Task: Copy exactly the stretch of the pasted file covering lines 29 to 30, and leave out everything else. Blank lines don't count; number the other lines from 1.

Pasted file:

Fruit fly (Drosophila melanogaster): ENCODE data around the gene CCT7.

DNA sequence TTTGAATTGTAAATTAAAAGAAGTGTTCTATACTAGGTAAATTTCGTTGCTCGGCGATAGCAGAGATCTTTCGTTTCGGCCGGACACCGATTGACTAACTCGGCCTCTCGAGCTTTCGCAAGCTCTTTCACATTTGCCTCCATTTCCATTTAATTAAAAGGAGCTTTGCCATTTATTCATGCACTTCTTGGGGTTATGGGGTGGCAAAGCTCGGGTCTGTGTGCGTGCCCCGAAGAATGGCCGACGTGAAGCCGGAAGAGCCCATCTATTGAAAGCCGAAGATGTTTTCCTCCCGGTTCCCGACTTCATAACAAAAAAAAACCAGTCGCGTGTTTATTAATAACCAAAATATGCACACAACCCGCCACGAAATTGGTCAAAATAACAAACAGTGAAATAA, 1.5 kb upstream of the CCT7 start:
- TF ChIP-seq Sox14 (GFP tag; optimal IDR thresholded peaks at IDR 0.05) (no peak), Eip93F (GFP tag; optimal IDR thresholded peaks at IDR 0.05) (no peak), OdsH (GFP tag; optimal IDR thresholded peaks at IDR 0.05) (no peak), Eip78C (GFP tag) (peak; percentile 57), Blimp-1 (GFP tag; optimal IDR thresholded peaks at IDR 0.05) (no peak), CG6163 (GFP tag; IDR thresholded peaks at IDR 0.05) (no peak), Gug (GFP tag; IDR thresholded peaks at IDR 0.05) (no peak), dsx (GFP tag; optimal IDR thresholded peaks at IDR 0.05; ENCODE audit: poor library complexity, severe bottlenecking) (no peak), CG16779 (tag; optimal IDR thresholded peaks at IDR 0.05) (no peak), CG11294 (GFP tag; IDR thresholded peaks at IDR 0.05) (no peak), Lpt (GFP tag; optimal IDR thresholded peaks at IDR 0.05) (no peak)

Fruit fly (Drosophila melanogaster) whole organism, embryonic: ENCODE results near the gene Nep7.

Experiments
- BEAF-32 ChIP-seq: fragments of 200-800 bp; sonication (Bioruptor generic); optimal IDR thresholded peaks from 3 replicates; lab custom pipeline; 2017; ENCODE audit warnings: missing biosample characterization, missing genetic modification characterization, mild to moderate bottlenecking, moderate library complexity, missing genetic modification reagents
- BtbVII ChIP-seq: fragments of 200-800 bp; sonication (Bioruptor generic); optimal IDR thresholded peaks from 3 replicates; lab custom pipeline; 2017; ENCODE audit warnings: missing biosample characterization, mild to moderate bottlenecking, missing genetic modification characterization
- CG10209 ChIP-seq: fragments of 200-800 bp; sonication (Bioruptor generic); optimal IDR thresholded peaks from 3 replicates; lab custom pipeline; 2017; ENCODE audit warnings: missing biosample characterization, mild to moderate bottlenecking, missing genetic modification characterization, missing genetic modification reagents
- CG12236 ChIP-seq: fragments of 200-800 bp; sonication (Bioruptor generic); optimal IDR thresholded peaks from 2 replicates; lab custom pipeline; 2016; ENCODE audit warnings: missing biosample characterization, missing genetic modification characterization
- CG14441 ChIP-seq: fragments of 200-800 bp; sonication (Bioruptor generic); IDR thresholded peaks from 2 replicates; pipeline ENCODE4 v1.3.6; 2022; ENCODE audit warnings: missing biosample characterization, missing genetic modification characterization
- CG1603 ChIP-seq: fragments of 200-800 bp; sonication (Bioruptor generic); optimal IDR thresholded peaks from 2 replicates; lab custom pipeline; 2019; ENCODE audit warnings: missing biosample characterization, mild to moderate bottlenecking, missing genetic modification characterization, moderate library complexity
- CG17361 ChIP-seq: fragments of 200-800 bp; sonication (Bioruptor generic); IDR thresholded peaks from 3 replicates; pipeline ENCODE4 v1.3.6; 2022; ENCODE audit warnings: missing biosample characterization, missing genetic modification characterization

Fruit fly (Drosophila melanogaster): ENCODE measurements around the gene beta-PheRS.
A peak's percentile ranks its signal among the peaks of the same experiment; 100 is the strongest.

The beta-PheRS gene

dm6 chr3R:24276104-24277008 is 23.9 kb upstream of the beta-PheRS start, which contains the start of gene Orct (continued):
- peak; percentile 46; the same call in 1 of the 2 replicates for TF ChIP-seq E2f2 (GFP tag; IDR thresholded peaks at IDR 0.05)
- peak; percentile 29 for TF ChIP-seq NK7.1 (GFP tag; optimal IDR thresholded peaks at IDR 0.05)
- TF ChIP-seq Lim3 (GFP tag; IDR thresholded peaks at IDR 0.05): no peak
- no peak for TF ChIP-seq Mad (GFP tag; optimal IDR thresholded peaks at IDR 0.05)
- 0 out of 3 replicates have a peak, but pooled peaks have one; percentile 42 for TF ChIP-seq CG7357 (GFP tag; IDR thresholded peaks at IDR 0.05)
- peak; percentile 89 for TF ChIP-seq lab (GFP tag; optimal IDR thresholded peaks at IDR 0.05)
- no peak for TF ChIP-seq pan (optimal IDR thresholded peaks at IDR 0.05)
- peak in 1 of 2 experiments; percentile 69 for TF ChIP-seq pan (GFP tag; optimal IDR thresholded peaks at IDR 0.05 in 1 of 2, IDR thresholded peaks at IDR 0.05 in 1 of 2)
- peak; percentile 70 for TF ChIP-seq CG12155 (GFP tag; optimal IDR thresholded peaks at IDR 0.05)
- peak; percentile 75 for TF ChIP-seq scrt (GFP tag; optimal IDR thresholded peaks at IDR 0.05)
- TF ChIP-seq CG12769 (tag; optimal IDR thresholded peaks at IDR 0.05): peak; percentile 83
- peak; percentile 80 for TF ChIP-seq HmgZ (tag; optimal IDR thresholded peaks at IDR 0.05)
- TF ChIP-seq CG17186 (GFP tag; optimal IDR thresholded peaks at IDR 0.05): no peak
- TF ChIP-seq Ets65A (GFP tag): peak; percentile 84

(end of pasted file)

- TF ChIP-seq CG17186 (GFP tag; optimal IDR thresholded peaks at IDR 0.05): no peak
- TF ChIP-seq Ets65A (GFP tag): peak; percentile 84